Since we are nearing the holiday of Pesach and the laws of Pesach are quite vast, we will begin to review the primary laws of this holiday based on what we have written in previous years in addition to some new insights.
The Gemara in Masechet Pesachim (6b) writes that one should begin to inquire about the laws of Pesach thirty days before the actual holiday. The simple meaning of this law seems to imply that thirty days before the holiday of Pesach, one must halt the study of any other Torah topics and focus solely on the laws of Pesach.
Maran Ha’Bet Yosef (Chapter 429) asks that the Gemara in Megillah (32a) says that Moshe Rabbeinu instituted that the Jewish nation should expound the laws of Pesach on Pesach, the laws of Shavuot on Shavuot, and the laws of Sukkot on Sukkot. Based on this, it would seem that there is only an obligation to learn the laws of Pesach specifically on Pesach and not thirty days beforehand!
Maran Ha’Bet Yosef answers that this does not actually mean that one must inquire about and expound the laws of Pesach thirty days beforehand; rather, this refers to the ruling that if two students come to ask their rabbi a question and one asks about a matter at hand (a topic being discussed in the Bet Midrash) while the other asks about an unrelated matter, the rabbi must answer the one who asks about a matter at hand. The Gemara, therefore, teaches us that asking a question about Pesach thirty days before the holiday is considered a matter at hand. The Ran (Rabbeinu Nissim, one of the great Rishonim) explains likewise.
Nevertheless, Hagaon Mishnah Berura writes in his Be’ur Halacha that the Halacha does not follow the opinion of Rabbeinu Nissim and one must actually “expound” and not merely “inquire about” the laws of Pesach thirty days prior to the holiday. However, Maran Rabbeinu Ovadia Yosef zt”l in his Responsa Yabia Omer (Volume 2, Chapter 22) writes lengthily to defend the ruling of Maran Ha’Shulchan Aruch that there is no actual obligation to halt any other regular study topics before Pesach in order to delve into the laws of Pesach; only with regards to one “inquiring about an issue at hand” do we say that if one asks a Pesach-related question thirty days before Pesach are we obligated to make time to answer the individual.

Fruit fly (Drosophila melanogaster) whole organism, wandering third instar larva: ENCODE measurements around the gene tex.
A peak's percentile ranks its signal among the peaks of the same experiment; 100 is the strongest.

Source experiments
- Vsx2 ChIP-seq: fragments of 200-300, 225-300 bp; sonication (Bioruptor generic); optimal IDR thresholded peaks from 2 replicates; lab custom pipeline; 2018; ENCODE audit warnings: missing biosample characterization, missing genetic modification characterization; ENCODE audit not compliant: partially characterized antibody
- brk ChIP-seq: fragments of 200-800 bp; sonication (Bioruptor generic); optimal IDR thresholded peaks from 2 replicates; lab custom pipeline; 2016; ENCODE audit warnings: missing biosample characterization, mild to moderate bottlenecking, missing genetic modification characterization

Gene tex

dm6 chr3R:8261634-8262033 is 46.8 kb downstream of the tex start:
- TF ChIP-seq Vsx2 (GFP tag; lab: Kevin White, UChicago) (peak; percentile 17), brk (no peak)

The day of Purim itself (today, the 15th of Adar, which is Purim in Jerusalem) is also included in the “thirty days” before Pesach. However, if two people pose a question to a rabbi and one asks about a law pertaining to Purim while the other asks about a law pertaining to Pesach, the rabbi must respond to the one inquiring about Purim first since this is the obligation of the day and a Mitzvah at its proper time is dearer.
We must point out that although there is no obligation to expound the laws of Pesach publicly during the thirty days before the holiday of Pesach according to the letter of the law, nevertheless, everyone is obligated to study the laws of Pesach thoroughly so as not to, G-d-forbid, transgress any of its vast laws.
Thus, we will try to discuss as many of the laws of Pesach as possible; we will not delve into the sources and reasons behind these Halachot in order to have the opportunity to cover as many of the pertinent laws as possible before the holiday of Pesach.
Besides dealing with the actual laws of the holiday, such as the laws of Matzah and the laws of koshering the house for Pesach, we must also discuss some of the laws of the Blessing of the Trees customarily recited at the beginning of the month of Nissan.
This year, 5780, the first day of Pesach will fall out on a Thursday and the last day of Yom Tov will fall out on the following Wednesday (outside of Israel, Yom Tov is observed on Wednesday and Thursday). We will, therefore, not be discussing the laws of Eruv Tavshilin since they are irrelevant this year.